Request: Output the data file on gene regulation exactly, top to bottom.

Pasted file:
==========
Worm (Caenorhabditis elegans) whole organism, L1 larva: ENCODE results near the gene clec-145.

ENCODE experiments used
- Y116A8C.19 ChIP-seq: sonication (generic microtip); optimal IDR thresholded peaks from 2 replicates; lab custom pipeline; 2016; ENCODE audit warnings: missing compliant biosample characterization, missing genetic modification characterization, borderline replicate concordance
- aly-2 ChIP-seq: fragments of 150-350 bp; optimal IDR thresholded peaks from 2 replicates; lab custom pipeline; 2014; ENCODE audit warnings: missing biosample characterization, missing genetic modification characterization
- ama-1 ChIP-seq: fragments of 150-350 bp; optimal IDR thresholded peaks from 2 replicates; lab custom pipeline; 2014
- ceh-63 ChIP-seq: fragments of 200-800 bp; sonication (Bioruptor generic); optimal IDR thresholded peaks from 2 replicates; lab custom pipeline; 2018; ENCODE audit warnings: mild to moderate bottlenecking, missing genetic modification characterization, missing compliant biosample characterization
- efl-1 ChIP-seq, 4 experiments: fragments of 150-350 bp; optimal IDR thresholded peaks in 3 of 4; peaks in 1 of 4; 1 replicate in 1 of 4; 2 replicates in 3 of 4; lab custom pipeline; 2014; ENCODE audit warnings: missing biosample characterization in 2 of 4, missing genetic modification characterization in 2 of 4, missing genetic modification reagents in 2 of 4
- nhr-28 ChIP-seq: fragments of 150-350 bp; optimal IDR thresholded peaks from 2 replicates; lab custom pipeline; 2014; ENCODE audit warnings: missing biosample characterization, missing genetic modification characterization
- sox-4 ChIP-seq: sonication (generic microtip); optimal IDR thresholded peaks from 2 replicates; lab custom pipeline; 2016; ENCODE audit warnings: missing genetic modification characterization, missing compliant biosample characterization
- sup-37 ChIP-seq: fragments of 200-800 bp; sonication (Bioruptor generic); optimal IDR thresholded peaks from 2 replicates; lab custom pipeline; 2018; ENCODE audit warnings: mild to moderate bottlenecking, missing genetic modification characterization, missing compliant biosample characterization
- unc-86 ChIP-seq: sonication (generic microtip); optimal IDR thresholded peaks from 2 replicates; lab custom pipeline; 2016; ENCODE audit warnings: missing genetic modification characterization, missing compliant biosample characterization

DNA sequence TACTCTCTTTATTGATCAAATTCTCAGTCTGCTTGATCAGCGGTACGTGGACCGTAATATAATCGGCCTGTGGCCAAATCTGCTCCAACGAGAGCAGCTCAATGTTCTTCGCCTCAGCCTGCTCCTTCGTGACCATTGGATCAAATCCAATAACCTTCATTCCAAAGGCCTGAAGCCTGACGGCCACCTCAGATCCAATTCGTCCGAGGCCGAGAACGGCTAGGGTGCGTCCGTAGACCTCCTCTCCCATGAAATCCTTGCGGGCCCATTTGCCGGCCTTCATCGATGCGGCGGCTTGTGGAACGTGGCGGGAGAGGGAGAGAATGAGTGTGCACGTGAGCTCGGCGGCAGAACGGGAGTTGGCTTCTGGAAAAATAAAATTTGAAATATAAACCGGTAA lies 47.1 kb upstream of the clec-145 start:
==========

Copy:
Worm (Caenorhabditis elegans) whole organism, L1 larva: ENCODE results near the gene clec-145.

ENCODE experiments used
- Y116A8C.19 ChIP-seq: sonication (generic microtip); optimal IDR thresholded peaks from 2 replicates; lab custom pipeline; 2016; ENCODE audit warnings: missing compliant biosample characterization, missing genetic modification characterization, borderline replicate concordance
- aly-2 ChIP-seq: fragments of 150-350 bp; optimal IDR thresholded peaks from 2 replicates; lab custom pipeline; 2014; ENCODE audit warnings: missing biosample characterization, missing genetic modification characterization
- ama-1 ChIP-seq: fragments of 150-350 bp; optimal IDR thresholded peaks from 2 replicates; lab custom pipeline; 2014
- ceh-63 ChIP-seq: fragments of 200-800 bp; sonication (Bioruptor generic); optimal IDR thresholded peaks from 2 replicates; lab custom pipeline; 2018; ENCODE audit warnings: mild to moderate bottlenecking, missing genetic modification characterization, missing compliant biosample characterization
- efl-1 ChIP-seq, 4 experiments: fragments of 150-350 bp; optimal IDR thresholded peaks in 3 of 4; peaks in 1 of 4; 1 replicate in 1 of 4; 2 replicates in 3 of 4; lab custom pipeline; 2014; ENCODE audit warnings: missing biosample characterization in 2 of 4, missing genetic modification characterization in 2 of 4, missing genetic modification reagents in 2 of 4
- nhr-28 ChIP-seq: fragments of 150-350 bp; optimal IDR thresholded peaks from 2 replicates; lab custom pipeline; 2014; ENCODE audit warnings: missing biosample characterization, missing genetic modification characterization
- sox-4 ChIP-seq: sonication (generic microtip); optimal IDR thresholded peaks from 2 replicates; lab custom pipeline; 2016; ENCODE audit warnings: missing genetic modification characterization, missing compliant biosample characterization
- sup-37 ChIP-seq: fragments of 200-800 bp; sonication (Bioruptor generic); optimal IDR thresholded peaks from 2 replicates; lab custom pipeline; 2018; ENCODE audit warnings: mild to moderate bottlenecking, missing genetic modification characterization, missing compliant biosample characterization
- unc-86 ChIP-seq: sonication (generic microtip); optimal IDR thresholded peaks from 2 replicates; lab custom pipeline; 2016; ENCODE audit warnings: missing genetic modification characterization, missing compliant biosample characterization

DNA sequence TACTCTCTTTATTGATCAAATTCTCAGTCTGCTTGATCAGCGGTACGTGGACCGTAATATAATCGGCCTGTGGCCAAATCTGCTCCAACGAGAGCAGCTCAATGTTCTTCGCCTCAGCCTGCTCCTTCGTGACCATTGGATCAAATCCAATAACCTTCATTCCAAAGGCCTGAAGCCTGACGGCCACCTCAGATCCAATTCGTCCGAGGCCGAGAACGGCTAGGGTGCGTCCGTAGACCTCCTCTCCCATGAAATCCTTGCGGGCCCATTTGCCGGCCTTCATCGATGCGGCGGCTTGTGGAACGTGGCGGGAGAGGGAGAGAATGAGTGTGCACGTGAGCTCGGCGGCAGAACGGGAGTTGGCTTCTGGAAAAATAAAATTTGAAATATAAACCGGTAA lies 47.1 kb upstream of the clec-145 start: